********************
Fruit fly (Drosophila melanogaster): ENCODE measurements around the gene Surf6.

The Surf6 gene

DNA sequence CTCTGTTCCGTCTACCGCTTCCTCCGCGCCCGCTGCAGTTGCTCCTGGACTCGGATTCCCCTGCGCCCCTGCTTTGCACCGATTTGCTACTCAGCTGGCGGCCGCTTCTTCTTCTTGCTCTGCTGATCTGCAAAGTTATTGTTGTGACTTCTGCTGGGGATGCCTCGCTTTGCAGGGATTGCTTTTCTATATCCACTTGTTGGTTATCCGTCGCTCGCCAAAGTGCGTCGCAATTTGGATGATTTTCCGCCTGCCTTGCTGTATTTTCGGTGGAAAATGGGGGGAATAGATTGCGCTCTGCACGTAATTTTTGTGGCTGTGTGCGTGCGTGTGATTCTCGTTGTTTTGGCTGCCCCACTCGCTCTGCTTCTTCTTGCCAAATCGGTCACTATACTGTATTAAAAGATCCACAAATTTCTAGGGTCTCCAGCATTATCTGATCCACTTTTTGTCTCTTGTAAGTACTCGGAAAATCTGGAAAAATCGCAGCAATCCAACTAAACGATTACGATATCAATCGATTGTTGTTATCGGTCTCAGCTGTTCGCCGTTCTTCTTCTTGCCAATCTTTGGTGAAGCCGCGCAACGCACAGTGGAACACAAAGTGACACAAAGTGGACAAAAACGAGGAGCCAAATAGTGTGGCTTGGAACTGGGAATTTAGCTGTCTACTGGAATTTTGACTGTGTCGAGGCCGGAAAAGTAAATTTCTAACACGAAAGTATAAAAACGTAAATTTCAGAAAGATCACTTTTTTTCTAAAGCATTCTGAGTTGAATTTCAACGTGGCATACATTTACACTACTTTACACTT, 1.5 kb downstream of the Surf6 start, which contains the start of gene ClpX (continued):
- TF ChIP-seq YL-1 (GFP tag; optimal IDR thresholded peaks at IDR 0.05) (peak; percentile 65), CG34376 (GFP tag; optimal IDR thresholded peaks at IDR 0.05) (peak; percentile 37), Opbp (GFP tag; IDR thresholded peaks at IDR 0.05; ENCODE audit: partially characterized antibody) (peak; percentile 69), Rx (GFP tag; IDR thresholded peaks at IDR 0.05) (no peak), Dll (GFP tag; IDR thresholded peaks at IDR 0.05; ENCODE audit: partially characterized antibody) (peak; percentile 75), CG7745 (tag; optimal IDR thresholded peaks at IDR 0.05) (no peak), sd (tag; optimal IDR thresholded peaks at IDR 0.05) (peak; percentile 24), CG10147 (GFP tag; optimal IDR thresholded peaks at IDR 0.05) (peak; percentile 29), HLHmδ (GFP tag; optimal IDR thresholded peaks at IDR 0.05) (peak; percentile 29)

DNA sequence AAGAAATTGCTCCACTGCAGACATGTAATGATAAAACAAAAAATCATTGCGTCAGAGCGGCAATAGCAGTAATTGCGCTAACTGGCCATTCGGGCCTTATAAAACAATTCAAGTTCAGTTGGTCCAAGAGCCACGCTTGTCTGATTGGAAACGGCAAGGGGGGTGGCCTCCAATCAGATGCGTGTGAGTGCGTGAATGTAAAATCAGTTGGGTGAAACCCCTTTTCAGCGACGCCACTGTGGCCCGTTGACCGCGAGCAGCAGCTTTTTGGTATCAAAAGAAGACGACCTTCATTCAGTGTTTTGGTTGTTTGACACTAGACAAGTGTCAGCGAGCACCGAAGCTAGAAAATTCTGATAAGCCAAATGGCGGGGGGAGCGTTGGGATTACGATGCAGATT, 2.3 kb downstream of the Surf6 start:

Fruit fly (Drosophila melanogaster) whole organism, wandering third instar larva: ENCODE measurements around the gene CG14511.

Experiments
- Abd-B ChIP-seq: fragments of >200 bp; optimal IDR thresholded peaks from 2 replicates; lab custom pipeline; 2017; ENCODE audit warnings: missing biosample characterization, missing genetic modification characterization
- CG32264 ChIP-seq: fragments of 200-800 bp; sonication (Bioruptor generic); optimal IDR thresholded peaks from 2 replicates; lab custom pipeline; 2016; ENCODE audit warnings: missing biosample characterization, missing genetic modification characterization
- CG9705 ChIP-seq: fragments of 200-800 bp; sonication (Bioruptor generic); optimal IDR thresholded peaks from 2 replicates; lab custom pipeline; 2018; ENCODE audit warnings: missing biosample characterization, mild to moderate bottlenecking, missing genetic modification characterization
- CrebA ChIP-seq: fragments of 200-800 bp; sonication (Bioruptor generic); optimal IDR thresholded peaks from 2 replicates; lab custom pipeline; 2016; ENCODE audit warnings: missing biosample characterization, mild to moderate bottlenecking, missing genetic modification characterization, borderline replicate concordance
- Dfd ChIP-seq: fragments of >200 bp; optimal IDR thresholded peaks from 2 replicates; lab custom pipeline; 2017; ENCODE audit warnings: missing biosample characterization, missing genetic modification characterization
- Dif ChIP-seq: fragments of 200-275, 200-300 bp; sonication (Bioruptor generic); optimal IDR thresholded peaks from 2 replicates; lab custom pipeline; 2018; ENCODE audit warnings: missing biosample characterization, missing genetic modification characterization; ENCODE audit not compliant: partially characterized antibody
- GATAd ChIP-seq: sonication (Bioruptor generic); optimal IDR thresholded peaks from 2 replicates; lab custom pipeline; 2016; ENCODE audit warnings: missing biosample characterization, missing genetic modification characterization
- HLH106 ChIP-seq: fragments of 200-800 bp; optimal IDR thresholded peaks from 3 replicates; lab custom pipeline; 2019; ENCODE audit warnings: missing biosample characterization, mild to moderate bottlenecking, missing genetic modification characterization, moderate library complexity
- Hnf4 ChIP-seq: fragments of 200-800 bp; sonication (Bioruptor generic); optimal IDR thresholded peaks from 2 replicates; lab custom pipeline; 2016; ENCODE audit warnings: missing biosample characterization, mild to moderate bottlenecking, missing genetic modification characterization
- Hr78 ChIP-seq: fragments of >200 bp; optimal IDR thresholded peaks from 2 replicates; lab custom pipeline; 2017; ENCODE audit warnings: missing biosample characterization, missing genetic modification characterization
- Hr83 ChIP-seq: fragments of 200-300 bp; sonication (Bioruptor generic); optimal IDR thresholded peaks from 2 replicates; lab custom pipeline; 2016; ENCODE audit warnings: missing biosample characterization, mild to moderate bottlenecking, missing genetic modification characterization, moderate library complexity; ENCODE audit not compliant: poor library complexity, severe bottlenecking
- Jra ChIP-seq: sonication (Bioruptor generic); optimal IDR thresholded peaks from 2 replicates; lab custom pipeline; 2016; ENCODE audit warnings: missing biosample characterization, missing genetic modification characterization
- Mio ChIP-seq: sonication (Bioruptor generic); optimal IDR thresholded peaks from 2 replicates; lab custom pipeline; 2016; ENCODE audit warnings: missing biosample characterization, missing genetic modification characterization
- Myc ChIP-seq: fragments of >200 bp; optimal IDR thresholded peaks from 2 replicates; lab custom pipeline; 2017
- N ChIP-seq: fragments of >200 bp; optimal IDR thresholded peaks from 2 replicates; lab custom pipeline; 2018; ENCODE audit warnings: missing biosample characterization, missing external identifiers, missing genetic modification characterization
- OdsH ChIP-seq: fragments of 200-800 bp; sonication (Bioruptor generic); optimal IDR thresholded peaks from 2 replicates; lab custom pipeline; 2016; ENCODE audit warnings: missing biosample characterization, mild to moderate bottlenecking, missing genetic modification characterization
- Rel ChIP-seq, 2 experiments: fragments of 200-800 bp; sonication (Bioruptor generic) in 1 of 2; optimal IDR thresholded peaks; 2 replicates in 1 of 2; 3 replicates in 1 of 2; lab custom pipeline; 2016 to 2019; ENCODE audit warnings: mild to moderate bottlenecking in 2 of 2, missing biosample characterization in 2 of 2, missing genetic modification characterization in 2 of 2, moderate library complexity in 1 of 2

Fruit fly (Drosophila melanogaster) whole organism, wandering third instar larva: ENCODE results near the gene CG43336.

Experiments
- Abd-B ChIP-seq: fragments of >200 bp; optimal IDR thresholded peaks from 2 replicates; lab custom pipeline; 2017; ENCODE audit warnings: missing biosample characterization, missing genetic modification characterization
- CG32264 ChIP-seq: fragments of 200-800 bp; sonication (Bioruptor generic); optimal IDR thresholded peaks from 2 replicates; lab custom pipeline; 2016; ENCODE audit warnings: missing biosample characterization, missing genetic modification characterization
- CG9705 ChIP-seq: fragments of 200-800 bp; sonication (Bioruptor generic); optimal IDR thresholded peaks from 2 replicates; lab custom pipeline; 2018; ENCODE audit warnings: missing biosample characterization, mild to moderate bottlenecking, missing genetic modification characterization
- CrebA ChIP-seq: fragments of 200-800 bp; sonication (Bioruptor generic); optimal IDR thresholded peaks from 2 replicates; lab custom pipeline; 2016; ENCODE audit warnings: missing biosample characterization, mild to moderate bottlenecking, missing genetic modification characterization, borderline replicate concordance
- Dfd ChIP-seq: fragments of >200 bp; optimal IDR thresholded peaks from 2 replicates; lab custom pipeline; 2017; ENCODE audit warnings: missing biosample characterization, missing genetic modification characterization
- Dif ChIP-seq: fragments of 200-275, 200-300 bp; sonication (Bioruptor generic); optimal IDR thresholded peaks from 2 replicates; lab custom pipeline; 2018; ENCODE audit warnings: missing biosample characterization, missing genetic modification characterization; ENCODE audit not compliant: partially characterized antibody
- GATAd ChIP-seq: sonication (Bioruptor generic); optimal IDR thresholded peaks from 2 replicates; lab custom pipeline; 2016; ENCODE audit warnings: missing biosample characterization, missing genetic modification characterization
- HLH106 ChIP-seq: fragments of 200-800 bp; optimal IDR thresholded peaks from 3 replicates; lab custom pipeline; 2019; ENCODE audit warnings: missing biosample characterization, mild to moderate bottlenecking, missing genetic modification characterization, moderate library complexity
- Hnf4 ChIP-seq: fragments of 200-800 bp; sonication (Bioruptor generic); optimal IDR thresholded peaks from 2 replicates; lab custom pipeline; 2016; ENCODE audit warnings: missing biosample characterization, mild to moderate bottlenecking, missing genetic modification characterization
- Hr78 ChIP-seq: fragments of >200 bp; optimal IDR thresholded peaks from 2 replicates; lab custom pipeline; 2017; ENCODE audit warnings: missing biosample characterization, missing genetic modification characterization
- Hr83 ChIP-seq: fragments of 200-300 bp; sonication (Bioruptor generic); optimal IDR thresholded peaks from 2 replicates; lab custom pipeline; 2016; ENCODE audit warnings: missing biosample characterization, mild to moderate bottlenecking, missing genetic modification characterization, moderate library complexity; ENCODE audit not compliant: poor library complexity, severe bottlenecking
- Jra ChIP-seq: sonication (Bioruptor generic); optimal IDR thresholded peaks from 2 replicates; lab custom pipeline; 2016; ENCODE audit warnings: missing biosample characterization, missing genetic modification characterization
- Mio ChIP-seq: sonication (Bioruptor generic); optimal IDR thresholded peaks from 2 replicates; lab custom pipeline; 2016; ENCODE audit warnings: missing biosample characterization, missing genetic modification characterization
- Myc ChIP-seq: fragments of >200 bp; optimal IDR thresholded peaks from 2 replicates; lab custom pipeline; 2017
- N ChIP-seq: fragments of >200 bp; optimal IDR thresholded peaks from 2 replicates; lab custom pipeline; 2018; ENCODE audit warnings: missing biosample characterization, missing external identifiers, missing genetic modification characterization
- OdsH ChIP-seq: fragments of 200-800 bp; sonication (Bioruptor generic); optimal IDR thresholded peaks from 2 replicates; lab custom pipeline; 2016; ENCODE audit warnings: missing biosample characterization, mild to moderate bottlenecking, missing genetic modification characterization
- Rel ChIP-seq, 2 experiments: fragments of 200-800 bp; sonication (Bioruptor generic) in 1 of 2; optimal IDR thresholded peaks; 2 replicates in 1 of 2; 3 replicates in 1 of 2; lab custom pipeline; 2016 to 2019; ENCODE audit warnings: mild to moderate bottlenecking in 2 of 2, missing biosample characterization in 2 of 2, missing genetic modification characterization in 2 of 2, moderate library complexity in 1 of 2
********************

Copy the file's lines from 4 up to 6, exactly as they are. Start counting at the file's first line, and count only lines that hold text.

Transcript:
- TF ChIP-seq YL-1 (GFP tag; optimal IDR thresholded peaks at IDR 0.05) (peak; percentile 65), CG34376 (GFP tag; optimal IDR thresholded peaks at IDR 0.05) (peak; percentile 37), Opbp (GFP tag; IDR thresholded peaks at IDR 0.05; ENCODE audit: partially characterized antibody) (peak; percentile 69), Rx (GFP tag; IDR thresholded peaks at IDR 0.05) (no peak), Dll (GFP tag; IDR thresholded peaks at IDR 0.05; ENCODE audit: partially characterized antibody) (peak; percentile 75), CG7745 (tag; optimal IDR thresholded peaks at IDR 0.05) (no peak), sd (tag; optimal IDR thresholded peaks at IDR 0.05) (peak; percentile 24), CG10147 (GFP tag; optimal IDR thresholded peaks at IDR 0.05) (peak; percentile 29), HLHmδ (GFP tag; optimal IDR thresholded peaks at IDR 0.05) (peak; percentile 29)

DNA sequence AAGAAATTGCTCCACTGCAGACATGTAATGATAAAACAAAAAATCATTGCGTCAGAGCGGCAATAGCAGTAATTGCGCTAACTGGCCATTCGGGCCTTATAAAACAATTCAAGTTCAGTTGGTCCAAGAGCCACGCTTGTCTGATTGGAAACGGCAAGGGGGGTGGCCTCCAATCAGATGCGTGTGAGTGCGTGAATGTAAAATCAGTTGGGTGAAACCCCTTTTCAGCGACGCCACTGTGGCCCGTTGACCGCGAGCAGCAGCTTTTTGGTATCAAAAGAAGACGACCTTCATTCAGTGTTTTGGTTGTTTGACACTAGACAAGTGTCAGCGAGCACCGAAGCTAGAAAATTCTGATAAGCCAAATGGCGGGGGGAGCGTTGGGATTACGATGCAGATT, 2.3 kb downstream of the Surf6 start:

Fruit fly (Drosophila melanogaster) whole organism, wandering third instar larva: ENCODE measurements around the gene CG14511.